What baggage handlers need to know about shoulder impingement
What do you get when you combine an unrelenting schedule, heavy objects, extreme weather and moving equipment? A day in the life of a baggage handler.
Baggage handlers often get a bad rap. With frequent media coverage about the rising costs of airline tickets, many customers arrive at the airport feeling that they’ve been swindled. Staring out the window before takeoff, it’s easy for passengers to critique the grounds crew, but what many passengers don’t realize is, they couldn’t survive one day out there.
As a result of handling thousands of heavy bags each day, baggage handlers are frequently working through serious injuries. Many of those injuries land them on the table of an orthopedic surgeon.
Often presenting as persistent shoulder pain, shoulder impingement occurs when a bone in the shoulder pinches or constricts the tendons or bursa. Shoulder impingement is a serious condition which requires treatment or risk of further injury. New research, however, calls into question the effectiveness of the commonly ordered shoulder impingement surgery.
Shoulder impingement study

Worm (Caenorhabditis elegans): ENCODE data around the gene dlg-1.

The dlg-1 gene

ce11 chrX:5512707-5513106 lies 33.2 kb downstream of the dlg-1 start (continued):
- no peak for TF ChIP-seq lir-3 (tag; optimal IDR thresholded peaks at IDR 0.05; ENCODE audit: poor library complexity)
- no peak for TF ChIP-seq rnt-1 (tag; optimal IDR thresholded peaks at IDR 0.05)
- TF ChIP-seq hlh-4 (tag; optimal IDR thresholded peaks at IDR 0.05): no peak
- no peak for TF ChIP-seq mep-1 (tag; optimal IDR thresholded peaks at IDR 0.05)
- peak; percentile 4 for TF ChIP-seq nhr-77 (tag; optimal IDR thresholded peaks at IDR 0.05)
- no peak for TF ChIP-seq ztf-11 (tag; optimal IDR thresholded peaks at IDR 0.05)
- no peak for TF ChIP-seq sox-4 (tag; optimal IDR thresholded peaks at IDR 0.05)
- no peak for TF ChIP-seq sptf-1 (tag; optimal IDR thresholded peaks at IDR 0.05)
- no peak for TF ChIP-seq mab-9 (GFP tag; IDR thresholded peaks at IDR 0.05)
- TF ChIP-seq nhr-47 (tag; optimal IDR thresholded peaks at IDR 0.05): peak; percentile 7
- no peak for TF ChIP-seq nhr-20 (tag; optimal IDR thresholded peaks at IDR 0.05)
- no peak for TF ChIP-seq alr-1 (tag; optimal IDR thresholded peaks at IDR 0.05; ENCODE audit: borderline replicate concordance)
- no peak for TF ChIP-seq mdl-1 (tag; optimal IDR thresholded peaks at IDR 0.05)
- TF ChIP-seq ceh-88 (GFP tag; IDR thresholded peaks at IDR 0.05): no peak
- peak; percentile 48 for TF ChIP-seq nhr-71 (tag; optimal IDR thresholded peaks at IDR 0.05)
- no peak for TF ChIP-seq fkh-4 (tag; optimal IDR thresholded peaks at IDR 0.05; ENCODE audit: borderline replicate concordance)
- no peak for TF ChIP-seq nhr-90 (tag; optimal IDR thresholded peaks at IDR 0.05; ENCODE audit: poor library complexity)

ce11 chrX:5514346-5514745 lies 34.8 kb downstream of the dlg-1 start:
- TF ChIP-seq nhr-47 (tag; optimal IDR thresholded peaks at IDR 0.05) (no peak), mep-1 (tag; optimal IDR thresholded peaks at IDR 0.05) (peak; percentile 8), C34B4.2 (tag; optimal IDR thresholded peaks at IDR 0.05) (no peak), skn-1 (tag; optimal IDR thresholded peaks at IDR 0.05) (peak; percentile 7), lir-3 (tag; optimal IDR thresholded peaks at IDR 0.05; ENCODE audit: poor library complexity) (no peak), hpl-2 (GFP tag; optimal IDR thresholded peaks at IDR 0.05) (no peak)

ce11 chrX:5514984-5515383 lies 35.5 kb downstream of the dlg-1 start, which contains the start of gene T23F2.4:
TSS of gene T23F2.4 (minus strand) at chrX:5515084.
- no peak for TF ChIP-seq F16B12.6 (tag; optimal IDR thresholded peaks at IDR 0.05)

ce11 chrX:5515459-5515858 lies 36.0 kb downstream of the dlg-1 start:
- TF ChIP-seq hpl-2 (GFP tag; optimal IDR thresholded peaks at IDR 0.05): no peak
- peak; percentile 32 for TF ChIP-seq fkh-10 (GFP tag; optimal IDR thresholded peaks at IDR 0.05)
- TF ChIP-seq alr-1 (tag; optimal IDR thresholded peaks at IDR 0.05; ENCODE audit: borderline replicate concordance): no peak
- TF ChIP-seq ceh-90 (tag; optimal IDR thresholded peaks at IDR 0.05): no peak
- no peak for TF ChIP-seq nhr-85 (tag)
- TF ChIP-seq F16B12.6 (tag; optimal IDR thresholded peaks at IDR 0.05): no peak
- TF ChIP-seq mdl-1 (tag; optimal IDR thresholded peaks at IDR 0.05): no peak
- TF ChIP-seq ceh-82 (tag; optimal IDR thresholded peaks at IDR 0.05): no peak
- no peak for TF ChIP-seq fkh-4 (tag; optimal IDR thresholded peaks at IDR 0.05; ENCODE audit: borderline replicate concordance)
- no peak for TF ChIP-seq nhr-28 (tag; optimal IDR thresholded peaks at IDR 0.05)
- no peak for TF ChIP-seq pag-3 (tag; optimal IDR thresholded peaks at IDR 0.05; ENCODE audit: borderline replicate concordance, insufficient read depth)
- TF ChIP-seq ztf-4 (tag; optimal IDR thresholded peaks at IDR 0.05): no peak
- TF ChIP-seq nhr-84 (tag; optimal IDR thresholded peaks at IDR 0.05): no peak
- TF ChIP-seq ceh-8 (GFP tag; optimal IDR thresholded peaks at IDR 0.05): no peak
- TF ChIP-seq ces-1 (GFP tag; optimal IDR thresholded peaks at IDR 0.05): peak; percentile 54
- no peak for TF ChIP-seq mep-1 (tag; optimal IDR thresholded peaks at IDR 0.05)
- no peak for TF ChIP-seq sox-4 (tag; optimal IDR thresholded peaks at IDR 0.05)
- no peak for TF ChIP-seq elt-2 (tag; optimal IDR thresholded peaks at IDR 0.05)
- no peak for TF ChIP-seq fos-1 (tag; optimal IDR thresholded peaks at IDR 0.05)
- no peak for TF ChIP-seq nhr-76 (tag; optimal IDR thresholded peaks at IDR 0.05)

According to the article posted in Science Daily by researchers at the University of Helsinki, the number of shoulder impingement surgeries has increased significantly in recent years, without any solid evidence of its effectiveness.
The research, released in July of 2018, compared surgical treatment of shoulder impingement to a placebo surgery. The study found that two years later, both groups reported the same outcome: little to no shoulder pain.
If given the choice between having a surgery or undergoing physical therapy for shoulder impingement, most people would probably choose the less invasive physical therapy. But regardless of choice, it’s helpful to have the facts before going under the knife.
Be sure to review baggage handler safety tips, here.